STEIMAN, BEYNUSH (1897–1919), Yiddish poet and playwright. Born in Kreslavka, Latgale, Latvia, Steiman began writing poetry when he was 13. After being trained as a chemist's assistant, he spent two years in Vilna working in a pharmacy. Then he established a Yiddish elementary school in his home town, as well as a dramatic club to finance the school. During that period, in addition to writing poetry, he wrote dramas and dramatical poems. At the end of August 1919 he enrolled at the Kultur-Lige's teachers' seminary in Kiev, but was recruited for defense work in which he was killed. Steiman's works were not published during his lifetime. His first drama Baym Toyer ("Near the Gate") appeared posthumously in the Kiev literary periodical Oyfgang (1919). The dramatic poem Meshiekh ben Yoysef ("Messiah, Son of Joseph") was published in Eygns (vol. 2, Kiev 1920) and was also printed in book form. In 1926 it was produced in New York and in 1927 a Hebrew translation appeared in Jerusalem. Dos Royte Kind ("The Red Child"), his third and last extant work, is included in the volume Dramen ("Dramas," Warsaw, 1921) and was also printed in the first issue of Shtrom (1922). He also completed a translation of Oscar Wilde's Salome (published in 1924). Steiman's plays, which deal primarily with social reform, have religious intensity and motifs. The fundamental and persistent prophetic quality of his writing is manifested in his repeated use of the theme of redemption (the figure of the Messiah appears in all three plays), which is here, however, not drawn from traditional Jewish sources, but rather is a collective character representing the spirit of the people which is given the leading role.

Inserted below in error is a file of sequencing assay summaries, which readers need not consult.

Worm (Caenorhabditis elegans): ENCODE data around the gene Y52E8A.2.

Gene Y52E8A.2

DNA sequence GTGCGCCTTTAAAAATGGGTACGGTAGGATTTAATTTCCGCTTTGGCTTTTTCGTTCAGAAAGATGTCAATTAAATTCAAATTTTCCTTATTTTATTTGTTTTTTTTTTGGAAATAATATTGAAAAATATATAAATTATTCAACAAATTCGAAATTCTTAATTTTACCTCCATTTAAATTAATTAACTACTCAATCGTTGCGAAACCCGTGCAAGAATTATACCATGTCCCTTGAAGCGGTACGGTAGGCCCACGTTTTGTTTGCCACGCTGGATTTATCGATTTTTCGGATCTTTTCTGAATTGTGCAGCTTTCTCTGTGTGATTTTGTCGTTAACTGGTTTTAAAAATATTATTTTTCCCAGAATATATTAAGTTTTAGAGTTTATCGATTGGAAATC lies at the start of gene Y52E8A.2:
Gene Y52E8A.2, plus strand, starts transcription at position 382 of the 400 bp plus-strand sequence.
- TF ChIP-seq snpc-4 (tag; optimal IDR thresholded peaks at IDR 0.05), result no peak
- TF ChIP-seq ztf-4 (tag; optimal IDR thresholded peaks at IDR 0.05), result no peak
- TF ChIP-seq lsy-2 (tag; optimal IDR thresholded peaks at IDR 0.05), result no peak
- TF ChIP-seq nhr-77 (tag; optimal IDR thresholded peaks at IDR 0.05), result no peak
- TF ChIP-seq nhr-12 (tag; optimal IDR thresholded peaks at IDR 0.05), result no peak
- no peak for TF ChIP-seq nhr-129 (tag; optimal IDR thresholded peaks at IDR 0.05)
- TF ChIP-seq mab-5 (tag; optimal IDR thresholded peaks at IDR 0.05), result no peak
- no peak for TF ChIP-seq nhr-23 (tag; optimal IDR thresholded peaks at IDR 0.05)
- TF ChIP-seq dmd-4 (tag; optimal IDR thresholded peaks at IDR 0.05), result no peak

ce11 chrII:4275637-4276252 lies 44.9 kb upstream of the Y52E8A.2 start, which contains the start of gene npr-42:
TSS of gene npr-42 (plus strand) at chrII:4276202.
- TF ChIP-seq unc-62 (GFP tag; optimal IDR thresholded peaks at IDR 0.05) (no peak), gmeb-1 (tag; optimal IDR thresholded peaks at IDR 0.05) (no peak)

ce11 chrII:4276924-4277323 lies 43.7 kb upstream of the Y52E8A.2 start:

Rejzen, Leksikon, 4 (1929), 578–82. add. bibliography: lnyl, 8 (1981), 613–14; Y. Dobrushin, in: B. Steiman, Dramen (1921), 3–9; N. Meisel, Noente un Vayte, 2 (1926), 214–22.
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